Marc's Basic Bread Recipe

This recipe is adapted from Bernhard Clayton's book with additional tips that I've learned from experience. This is a good, basic baguette or battard style loaf.

6 cups good bread flour
1/4 cup whole wheat flour
2 packages dried yeast (if using quick rising halve the rising times)
2 cups water
1 tablespoon salt

Optional stuff that is nice to have:
KitchenAid mixer
French bread pans
gray sea salt

Mix 4 cups of the white bread flour, the whole wheat flour, and the yeast together in a mixing bowl (a KitchenAid is excellent for this step).

Heat the water to between 120° and 130° F and add it to the flour and yeast while the mixer is going at slow speed.

Optional step: Mix the dough for a minute, then shut off the mixer and push any dough down the sides of the bowl. Leave it sit for 10 minutes to an hour before proceeding. This will let the yeast ferment for a bit and produce a smooth, elastic dough.

Mix the dough for 10 minutes on slow or near slowest speed.

Disolve the salt in the minumum amount of water (no more than 2 tablespoons of water) and add to the dough mixture.

With the mixer still going, add as much of the remaining 2 cups of flour as you can. You probably won't be able to add more than a cup.

At this point, the dough is too much for even my beefy KitchenAid, so I cover a kneading surface with the remaining flour andI turn the dough out onto it.

Knead for 10 minutes, frequently throwing the dough down hard on the counter.

Add as much flour as you judge necessary, but the dough will still be slightly tacky.

Put in a large bowl and cover with a wet cloth. Let rise until tripled in volume (about 2 hours).

IMPORTANT: Yeast prefers 80° F and high humidity. I had dramatically better results doing the following:

  1. I preheat the oven to the lowest setting while kneading the dough. Then I switch it off just prior to putting the dough into rise. If you live somewhere where it's 80° then you probably don't have to do this step.

  2. I boil water and put it in a pan in the oven. This possibly makes the biggest difference.

Punch down the dough and let rise again until doubled (about 1 hour).

Turn the dough out and knead gently for a minute to remove the air bubbles.

Let rest for 5 minutes (I usually skip this step).

Divide the dough up into 2 or 3 parts depending whether you are making 3 baguettes or 2 battards.

Fold the dough onto itself so that the surface is tensioned and smooth.

Roll the dough using the palm of your hand until it is the desired length.

Lay the dough out onto the pan you will use to bake them in. I have had good luck with the curved 2 and 3 French loaf pans.

Put them back in the oven to proof (about 30 minutes or more)

IMPORTANT: Proofing is key. It's easy to get impatient at this point and want to get the loaves in the oven to bake, but waiting until the loaves have risen properly accomplishes two things:

  1. The loaves will have a fuller shape and airy interior,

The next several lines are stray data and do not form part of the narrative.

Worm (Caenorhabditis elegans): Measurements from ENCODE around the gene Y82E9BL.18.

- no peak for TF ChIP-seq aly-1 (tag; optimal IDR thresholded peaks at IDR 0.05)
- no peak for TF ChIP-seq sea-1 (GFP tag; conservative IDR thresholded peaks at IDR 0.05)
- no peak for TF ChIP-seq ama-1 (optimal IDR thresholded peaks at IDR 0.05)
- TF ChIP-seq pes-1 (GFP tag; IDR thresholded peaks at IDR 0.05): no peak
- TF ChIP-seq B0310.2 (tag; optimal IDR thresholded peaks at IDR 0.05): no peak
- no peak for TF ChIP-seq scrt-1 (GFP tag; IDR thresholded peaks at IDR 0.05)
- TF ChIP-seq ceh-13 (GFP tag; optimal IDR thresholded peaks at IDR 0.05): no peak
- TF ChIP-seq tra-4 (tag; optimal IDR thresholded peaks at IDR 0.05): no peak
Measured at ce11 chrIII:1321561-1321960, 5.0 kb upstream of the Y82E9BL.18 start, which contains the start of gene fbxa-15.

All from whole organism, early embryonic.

2. The surface will have a chance to dry out, making the crust light and crunchy.

Once proofing is complete, remove the dough and turn the oven on to 450° F. Boil some more water. Once the oven is hot, pour the boiling water in the pan already in the oven.

WARNING: Pouring boiling water into an even hotter oven will produce superheated steam. Wear an oven mitt and stand back.

Slash the loaf diagonally in several places along its length. In my experience, this is best accomplished with a very, very sharp knife. It is often recommended to use a razor blade or an X-acto knife, but I've had luck with neither. Instead I use a Japanese chef's knife, and draw the blade cleanly across the loaf.

Don't be afraid to cut pretty deep (1/4 to 1/2 inch). The reason for doing this is to provide a way for the dough to rapidly expand once the air pockets within it are exposed to the high temperature oven.

Brush the outside of the loaf with a salt-water mixture. I like to use really large-crystalled grey sea salt, brushing it on so that some chunks are left whole on the surface. It is important to do this after the slash marks have been made, otherwise the surface will be wet and sticky, and draw with the knife blade.

Pop the bread in the steamy hot oven and bake for 20 to 30 minutes.

IMPORTANT: Only with experience will you get to know your particular oven. The common test for doneness in a loaf of bread is to tap it on the bottom and hear if it sounds hollow. Well I don't know about you, but once I have a loaf of freshly baked bread in my hand they all sound hollow enough to eat.

Many is the time that I've pulled a loaf out and thought it was done, only to find it too moist and chewy inside.

Here are some observations from my own oven experiences that might help you figure out how to best bake bread in it:

  • I used to put the tray of boiling water under the bread, but I think this led to too much moisture to cause the loaf to cook too slowly on the bottom.

  • I bake my bread on the bottom most rack, and rotate it front-to-back after about 15 minutes, because the back is hotter than the front.

  • If, near the end, it seems to be too brown on the bottom, I move it to the top rack to finish.

  • I have learned to wait until the crust is truely golden brown, with some tinges of darker brown before I remove it. This particular bread is wet enough that you will burn the crust before the bread will be dry (this is not true for all breads).

When the bread is done, remove it from the oven and let cool. Try not to eat it all immediately.

Putting day-old bread in a 350° oven for a few minutes will restore it to a crispy crust.